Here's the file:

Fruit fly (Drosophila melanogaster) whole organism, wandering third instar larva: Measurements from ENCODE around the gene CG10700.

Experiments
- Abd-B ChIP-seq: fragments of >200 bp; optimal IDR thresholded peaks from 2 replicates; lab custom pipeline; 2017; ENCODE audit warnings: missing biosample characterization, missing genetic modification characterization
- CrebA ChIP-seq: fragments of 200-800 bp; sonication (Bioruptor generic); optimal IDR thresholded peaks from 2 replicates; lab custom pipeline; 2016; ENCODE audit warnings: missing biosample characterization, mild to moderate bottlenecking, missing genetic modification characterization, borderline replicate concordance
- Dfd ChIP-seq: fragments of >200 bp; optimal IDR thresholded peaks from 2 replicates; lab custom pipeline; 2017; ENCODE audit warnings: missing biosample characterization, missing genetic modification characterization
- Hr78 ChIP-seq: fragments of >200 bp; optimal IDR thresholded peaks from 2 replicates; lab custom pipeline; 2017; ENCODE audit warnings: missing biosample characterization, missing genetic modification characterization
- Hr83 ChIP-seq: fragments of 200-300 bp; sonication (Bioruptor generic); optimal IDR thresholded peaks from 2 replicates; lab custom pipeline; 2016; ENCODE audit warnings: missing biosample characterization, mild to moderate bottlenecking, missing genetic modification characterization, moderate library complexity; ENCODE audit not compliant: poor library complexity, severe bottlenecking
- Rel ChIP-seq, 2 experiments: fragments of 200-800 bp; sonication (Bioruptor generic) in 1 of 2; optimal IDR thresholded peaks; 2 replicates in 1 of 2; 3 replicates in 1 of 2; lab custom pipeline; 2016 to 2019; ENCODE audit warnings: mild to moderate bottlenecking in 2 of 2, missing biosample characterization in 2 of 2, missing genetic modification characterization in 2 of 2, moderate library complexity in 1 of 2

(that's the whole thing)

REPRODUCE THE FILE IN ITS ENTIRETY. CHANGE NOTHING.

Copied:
Fruit fly (Drosophila melanogaster) whole organism, wandering third instar larva: Measurements from ENCODE around the gene CG10700.

Experiments
- Abd-B ChIP-seq: fragments of >200 bp; optimal IDR thresholded peaks from 2 replicates; lab custom pipeline; 2017; ENCODE audit warnings: missing biosample characterization, missing genetic modification characterization
- CrebA ChIP-seq: fragments of 200-800 bp; sonication (Bioruptor generic); optimal IDR thresholded peaks from 2 replicates; lab custom pipeline; 2016; ENCODE audit warnings: missing biosample characterization, mild to moderate bottlenecking, missing genetic modification characterization, borderline replicate concordance
- Dfd ChIP-seq: fragments of >200 bp; optimal IDR thresholded peaks from 2 replicates; lab custom pipeline; 2017; ENCODE audit warnings: missing biosample characterization, missing genetic modification characterization
- Hr78 ChIP-seq: fragments of >200 bp; optimal IDR thresholded peaks from 2 replicates; lab custom pipeline; 2017; ENCODE audit warnings: missing biosample characterization, missing genetic modification characterization
- Hr83 ChIP-seq: fragments of 200-300 bp; sonication (Bioruptor generic); optimal IDR thresholded peaks from 2 replicates; lab custom pipeline; 2016; ENCODE audit warnings: missing biosample characterization, mild to moderate bottlenecking, missing genetic modification characterization, moderate library complexity; ENCODE audit not compliant: poor library complexity, severe bottlenecking
- Rel ChIP-seq, 2 experiments: fragments of 200-800 bp; sonication (Bioruptor generic) in 1 of 2; optimal IDR thresholded peaks; 2 replicates in 1 of 2; 3 replicates in 1 of 2; lab custom pipeline; 2016 to 2019; ENCODE audit warnings: mild to moderate bottlenecking in 2 of 2, missing biosample characterization in 2 of 2, missing genetic modification characterization in 2 of 2, moderate library complexity in 1 of 2